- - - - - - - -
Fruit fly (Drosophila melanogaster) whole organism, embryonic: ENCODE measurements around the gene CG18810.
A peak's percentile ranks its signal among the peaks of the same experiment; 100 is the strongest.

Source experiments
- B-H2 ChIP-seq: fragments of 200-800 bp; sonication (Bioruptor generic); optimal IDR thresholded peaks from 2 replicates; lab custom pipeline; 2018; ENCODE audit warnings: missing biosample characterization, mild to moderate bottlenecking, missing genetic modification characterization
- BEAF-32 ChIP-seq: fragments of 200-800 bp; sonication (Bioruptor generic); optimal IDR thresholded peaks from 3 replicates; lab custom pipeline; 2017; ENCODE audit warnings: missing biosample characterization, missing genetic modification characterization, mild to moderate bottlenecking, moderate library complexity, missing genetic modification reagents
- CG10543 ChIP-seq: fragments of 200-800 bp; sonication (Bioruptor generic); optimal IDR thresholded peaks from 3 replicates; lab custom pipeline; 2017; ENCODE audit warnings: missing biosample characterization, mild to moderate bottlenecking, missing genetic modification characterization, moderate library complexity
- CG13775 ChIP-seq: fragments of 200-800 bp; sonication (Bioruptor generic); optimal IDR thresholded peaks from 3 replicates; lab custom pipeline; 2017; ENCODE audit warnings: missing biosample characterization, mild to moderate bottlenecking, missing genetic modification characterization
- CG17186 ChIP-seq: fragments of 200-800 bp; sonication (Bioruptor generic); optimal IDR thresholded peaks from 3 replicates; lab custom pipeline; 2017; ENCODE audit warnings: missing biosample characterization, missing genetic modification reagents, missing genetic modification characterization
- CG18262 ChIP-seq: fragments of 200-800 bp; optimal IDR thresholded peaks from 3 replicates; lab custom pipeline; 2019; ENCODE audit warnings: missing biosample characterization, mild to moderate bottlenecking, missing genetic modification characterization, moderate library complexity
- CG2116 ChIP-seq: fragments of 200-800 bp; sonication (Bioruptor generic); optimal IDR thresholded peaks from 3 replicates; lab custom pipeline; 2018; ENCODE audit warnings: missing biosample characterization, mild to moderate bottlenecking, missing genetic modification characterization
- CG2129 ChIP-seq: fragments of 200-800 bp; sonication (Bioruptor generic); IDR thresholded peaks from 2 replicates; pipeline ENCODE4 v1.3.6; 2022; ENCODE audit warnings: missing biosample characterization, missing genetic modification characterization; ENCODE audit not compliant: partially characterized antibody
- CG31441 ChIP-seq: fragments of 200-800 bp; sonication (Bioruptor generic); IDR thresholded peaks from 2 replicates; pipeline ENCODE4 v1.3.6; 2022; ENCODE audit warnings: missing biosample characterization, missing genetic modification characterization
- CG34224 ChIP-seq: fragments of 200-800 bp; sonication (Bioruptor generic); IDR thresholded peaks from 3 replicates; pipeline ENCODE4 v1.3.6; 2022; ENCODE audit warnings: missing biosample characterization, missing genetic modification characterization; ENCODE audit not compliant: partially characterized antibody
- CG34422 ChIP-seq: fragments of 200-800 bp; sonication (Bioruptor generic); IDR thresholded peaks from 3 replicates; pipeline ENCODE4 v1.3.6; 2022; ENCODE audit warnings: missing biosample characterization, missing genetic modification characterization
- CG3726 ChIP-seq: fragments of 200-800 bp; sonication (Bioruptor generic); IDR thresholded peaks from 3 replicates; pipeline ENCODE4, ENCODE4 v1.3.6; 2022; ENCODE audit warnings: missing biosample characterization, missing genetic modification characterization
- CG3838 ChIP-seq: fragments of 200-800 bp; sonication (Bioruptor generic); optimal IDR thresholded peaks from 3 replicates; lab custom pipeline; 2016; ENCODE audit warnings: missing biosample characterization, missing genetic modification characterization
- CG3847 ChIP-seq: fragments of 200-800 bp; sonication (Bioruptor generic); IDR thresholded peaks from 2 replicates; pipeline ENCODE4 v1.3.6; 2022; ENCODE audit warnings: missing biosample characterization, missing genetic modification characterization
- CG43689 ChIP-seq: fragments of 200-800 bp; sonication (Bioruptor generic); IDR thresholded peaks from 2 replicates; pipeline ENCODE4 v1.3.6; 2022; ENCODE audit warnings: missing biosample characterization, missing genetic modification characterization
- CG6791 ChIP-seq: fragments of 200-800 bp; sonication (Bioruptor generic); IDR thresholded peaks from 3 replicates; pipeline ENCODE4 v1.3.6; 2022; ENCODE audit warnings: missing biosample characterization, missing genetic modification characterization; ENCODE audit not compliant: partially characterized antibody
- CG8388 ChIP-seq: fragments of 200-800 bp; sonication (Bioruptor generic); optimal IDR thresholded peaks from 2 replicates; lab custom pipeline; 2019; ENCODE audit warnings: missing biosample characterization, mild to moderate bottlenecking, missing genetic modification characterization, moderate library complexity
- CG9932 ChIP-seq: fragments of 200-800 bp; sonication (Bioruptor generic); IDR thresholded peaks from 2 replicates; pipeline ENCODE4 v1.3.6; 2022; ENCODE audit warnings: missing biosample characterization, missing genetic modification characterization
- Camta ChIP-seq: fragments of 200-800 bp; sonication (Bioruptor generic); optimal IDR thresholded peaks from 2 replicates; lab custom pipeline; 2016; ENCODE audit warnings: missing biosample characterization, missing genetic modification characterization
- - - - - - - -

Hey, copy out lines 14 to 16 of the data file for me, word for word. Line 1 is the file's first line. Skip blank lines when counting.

- CG34422 ChIP-seq: fragments of 200-800 bp; sonication (Bioruptor generic); IDR thresholded peaks from 3 replicates; pipeline ENCODE4 v1.3.6; 2022; ENCODE audit warnings: missing biosample characterization, missing genetic modification characterization
- CG3726 ChIP-seq: fragments of 200-800 bp; sonication (Bioruptor generic); IDR thresholded peaks from 3 replicates; pipeline ENCODE4, ENCODE4 v1.3.6; 2022; ENCODE audit warnings: missing biosample characterization, missing genetic modification characterization
- CG3838 ChIP-seq: fragments of 200-800 bp; sonication (Bioruptor generic); optimal IDR thresholded peaks from 3 replicates; lab custom pipeline; 2016; ENCODE audit warnings: missing biosample characterization, missing genetic modification characterization